HIV Prevalence in the Asia Pacific Region: An Ecological Approach to Inequalities

Miguel E. Reina Ortiz, Hebrew University of Jerusalem and University of South Florida
Vinita Sharma, Hebrew University of Jerusalem (HUJI)

According to UNAIDS (2010), SouthEast Asia countries hold the second largest world population of PLWH. Despite country data are collected regularly, analytical comparisons for Asia-Pacific region (APR) are scarce. We present an ecological approach to HIV/AIDS and its predictors in APR. Development and socioeconomic data for South-Asian, South East-Asian, East-Asian and Pacific countries were obtained from the World Bank data catalog (2009). Unemployment was significantly associated with HIV prevalence in the APR after controlling for confounders. Evidence for association with percentage of rural population, external health resources, telephones and women seats in the parliament was weaker (p 0.05 – 0.1). Concentration index was -0.28. Our data suggest that unemployment is an important predictor of HIV prevalence in APR and that other important structural factors might be related. Finally, although not associated with GNI, HIV prevalence showed a negative concentration index indicative of inequalities being present in the region.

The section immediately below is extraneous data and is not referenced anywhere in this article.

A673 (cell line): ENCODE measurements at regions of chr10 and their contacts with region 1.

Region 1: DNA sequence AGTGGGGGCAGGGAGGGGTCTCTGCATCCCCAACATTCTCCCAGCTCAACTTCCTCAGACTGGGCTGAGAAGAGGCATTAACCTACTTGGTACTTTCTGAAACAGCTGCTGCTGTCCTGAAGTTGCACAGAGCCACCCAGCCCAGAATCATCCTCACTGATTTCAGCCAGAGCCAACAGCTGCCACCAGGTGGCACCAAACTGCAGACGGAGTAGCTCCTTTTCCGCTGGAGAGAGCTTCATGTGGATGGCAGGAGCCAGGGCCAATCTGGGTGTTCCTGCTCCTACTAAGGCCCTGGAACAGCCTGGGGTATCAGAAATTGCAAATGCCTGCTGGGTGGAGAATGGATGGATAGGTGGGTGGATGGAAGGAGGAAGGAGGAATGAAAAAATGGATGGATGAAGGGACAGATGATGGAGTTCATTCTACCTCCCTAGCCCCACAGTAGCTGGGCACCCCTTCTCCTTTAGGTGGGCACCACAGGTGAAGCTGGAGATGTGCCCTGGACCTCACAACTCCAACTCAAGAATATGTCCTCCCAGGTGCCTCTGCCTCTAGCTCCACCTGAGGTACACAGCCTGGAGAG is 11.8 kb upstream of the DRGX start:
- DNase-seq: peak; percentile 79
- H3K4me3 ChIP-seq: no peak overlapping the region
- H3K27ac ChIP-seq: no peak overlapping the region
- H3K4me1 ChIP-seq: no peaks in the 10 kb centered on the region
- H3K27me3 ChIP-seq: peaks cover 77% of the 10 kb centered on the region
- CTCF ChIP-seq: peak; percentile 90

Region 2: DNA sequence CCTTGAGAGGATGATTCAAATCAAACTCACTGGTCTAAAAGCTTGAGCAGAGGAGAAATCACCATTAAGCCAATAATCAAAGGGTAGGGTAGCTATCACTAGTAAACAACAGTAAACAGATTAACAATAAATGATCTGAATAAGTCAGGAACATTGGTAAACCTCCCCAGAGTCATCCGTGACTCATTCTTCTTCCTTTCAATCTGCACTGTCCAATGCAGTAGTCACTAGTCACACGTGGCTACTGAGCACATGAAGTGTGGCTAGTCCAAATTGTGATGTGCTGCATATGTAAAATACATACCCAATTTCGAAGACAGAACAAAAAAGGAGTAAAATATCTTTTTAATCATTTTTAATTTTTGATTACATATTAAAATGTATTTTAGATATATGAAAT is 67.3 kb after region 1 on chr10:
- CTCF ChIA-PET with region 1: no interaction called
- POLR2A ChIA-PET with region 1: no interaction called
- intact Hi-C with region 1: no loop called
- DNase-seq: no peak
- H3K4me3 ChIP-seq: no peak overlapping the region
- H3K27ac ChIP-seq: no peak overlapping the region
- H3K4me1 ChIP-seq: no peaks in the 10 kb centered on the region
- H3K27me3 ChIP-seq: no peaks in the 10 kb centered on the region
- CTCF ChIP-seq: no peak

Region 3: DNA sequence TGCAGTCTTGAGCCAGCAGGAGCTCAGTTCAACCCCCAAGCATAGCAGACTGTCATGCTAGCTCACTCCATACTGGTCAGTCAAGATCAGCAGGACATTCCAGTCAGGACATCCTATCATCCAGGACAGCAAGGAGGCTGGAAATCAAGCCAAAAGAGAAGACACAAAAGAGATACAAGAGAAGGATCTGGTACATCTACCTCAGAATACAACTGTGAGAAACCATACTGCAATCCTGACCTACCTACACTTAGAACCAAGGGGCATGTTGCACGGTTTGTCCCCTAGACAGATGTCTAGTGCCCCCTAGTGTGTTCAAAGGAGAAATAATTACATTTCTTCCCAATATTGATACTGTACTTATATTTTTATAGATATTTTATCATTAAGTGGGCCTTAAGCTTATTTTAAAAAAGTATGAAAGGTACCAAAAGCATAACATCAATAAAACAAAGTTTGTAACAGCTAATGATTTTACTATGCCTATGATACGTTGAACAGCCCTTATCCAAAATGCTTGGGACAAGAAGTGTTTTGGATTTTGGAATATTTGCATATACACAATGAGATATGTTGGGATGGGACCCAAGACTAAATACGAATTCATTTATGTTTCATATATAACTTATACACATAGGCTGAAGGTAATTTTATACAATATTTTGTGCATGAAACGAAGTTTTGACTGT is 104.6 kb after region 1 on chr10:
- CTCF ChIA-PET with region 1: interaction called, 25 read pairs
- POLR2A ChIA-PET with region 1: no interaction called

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Presented in Session 179: Economic and Social Factors in HIV Prevalence and Mortality